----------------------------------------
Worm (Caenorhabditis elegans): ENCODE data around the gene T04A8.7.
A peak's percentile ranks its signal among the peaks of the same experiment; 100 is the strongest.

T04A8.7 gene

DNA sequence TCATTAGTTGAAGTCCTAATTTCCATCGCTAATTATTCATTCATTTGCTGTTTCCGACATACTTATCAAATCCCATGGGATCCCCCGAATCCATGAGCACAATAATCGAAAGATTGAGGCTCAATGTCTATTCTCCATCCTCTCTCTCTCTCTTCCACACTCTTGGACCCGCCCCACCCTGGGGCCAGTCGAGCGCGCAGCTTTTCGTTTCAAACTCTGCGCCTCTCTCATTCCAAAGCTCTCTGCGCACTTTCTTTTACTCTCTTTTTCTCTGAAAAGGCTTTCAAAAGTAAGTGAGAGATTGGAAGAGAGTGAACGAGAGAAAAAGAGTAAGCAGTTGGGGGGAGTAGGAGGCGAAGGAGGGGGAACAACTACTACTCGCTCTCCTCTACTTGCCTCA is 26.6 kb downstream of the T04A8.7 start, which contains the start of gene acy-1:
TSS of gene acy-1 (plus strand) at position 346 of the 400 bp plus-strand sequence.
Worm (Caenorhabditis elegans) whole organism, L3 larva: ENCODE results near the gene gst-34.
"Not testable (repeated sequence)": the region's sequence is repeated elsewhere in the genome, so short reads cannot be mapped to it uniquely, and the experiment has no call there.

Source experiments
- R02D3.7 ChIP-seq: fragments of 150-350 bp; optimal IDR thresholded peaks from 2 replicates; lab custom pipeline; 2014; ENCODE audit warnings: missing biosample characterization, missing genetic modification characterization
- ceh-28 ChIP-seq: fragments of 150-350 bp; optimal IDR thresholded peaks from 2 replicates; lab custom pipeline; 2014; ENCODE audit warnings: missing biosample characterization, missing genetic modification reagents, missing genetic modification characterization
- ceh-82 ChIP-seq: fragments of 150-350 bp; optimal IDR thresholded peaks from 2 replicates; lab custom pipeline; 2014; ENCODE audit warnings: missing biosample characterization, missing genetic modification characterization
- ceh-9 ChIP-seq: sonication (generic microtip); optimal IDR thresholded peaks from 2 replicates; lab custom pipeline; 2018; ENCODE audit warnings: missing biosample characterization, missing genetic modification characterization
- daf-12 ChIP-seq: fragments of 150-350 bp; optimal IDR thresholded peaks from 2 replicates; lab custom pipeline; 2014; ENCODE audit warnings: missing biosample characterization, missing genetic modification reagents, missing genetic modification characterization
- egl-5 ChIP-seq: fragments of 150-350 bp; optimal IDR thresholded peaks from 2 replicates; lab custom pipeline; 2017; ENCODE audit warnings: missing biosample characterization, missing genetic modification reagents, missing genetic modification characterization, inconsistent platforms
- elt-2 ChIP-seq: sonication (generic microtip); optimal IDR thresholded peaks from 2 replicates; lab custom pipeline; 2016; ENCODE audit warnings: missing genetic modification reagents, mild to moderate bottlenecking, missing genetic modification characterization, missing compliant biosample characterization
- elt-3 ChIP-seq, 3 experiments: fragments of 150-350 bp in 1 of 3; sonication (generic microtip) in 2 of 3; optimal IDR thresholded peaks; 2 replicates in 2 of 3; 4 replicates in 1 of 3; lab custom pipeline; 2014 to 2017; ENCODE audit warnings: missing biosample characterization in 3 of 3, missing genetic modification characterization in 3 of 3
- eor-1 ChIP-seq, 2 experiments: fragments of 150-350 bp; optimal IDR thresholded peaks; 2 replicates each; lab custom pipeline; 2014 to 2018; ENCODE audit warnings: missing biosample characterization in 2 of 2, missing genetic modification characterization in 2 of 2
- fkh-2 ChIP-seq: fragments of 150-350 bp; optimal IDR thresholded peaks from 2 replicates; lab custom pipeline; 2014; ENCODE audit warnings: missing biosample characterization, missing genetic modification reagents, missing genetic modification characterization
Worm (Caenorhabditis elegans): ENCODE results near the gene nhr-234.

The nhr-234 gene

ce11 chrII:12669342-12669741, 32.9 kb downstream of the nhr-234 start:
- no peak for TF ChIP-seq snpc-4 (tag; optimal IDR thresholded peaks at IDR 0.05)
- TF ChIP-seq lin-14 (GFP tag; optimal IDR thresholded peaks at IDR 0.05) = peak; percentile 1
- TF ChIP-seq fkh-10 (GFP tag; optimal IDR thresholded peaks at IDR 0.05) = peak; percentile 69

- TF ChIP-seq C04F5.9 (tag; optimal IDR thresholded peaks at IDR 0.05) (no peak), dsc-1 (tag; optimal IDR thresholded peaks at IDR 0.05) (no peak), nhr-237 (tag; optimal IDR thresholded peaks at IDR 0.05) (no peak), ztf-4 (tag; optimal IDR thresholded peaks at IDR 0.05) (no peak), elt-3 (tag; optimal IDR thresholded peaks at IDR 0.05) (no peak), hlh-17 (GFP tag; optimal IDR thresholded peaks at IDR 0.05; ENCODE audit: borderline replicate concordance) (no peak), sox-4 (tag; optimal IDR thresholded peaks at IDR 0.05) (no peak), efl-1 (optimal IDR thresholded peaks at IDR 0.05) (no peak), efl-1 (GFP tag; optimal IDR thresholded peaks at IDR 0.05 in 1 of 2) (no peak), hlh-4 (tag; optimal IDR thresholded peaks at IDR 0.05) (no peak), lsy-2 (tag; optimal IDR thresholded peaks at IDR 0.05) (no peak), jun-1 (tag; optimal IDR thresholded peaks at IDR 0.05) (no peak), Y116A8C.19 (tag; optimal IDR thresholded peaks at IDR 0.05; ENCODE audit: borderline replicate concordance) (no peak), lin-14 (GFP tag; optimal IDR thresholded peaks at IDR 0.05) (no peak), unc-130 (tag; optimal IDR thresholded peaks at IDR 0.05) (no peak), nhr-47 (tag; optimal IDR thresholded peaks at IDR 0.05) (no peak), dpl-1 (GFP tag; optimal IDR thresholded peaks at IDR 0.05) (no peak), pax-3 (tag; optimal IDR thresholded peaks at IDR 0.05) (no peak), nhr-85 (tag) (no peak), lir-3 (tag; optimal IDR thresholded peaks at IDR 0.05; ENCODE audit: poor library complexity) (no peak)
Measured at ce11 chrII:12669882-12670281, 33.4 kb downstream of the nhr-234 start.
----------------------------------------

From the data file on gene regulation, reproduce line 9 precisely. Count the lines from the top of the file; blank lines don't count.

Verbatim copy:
- R02D3.7 ChIP-seq: fragments of 150-350 bp; optimal IDR thresholded peaks from 2 replicates; lab custom pipeline; 2014; ENCODE audit warnings: missing biosample characterization, missing genetic modification characterization